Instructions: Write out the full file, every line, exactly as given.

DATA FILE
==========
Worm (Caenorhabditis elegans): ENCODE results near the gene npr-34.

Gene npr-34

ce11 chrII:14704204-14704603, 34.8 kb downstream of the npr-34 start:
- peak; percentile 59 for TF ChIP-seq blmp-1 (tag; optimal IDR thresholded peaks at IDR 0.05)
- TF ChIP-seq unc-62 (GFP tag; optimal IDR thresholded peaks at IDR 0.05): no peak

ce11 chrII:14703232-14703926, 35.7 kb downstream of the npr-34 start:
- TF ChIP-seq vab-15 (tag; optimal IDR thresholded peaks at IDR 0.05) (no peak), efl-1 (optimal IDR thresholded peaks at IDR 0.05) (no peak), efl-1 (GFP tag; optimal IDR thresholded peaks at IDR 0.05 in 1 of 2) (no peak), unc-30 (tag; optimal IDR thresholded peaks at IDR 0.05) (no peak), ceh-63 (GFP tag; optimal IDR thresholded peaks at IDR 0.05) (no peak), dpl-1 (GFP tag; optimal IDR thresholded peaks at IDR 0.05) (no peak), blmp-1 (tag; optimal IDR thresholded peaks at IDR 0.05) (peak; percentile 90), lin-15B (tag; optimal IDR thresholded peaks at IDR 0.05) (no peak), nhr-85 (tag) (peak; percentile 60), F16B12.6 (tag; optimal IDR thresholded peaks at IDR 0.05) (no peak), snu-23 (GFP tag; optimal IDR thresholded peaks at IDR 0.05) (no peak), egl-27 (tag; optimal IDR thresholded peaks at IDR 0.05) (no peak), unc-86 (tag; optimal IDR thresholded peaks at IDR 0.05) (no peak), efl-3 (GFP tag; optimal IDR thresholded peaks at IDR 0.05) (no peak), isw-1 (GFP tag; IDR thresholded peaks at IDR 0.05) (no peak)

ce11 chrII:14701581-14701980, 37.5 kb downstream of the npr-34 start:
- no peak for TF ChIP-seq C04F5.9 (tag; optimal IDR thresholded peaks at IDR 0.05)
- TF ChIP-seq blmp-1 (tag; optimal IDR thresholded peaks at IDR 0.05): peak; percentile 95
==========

Worm (Caenorhabditis elegans): ENCODE results near the gene npr-34.

Gene npr-34

ce11 chrII:14704204-14704603, 34.8 kb downstream of the npr-34 start:
- peak; percentile 59 for TF ChIP-seq blmp-1 (tag; optimal IDR thresholded peaks at IDR 0.05)
- TF ChIP-seq unc-62 (GFP tag; optimal IDR thresholded peaks at IDR 0.05): no peak

ce11 chrII:14703232-14703926, 35.7 kb downstream of the npr-34 start:
- TF ChIP-seq vab-15 (tag; optimal IDR thresholded peaks at IDR 0.05) (no peak), efl-1 (optimal IDR thresholded peaks at IDR 0.05) (no peak), efl-1 (GFP tag; optimal IDR thresholded peaks at IDR 0.05 in 1 of 2) (no peak), unc-30 (tag; optimal IDR thresholded peaks at IDR 0.05) (no peak), ceh-63 (GFP tag; optimal IDR thresholded peaks at IDR 0.05) (no peak), dpl-1 (GFP tag; optimal IDR thresholded peaks at IDR 0.05) (no peak), blmp-1 (tag; optimal IDR thresholded peaks at IDR 0.05) (peak; percentile 90), lin-15B (tag; optimal IDR thresholded peaks at IDR 0.05) (no peak), nhr-85 (tag) (peak; percentile 60), F16B12.6 (tag; optimal IDR thresholded peaks at IDR 0.05) (no peak), snu-23 (GFP tag; optimal IDR thresholded peaks at IDR 0.05) (no peak), egl-27 (tag; optimal IDR thresholded peaks at IDR 0.05) (no peak), unc-86 (tag; optimal IDR thresholded peaks at IDR 0.05) (no peak), efl-3 (GFP tag; optimal IDR thresholded peaks at IDR 0.05) (no peak), isw-1 (GFP tag; IDR thresholded peaks at IDR 0.05) (no peak)

ce11 chrII:14701581-14701980, 37.5 kb downstream of the npr-34 start:
- no peak for TF ChIP-seq C04F5.9 (tag; optimal IDR thresholded peaks at IDR 0.05)
- TF ChIP-seq blmp-1 (tag; optimal IDR thresholded peaks at IDR 0.05): peak; percentile 95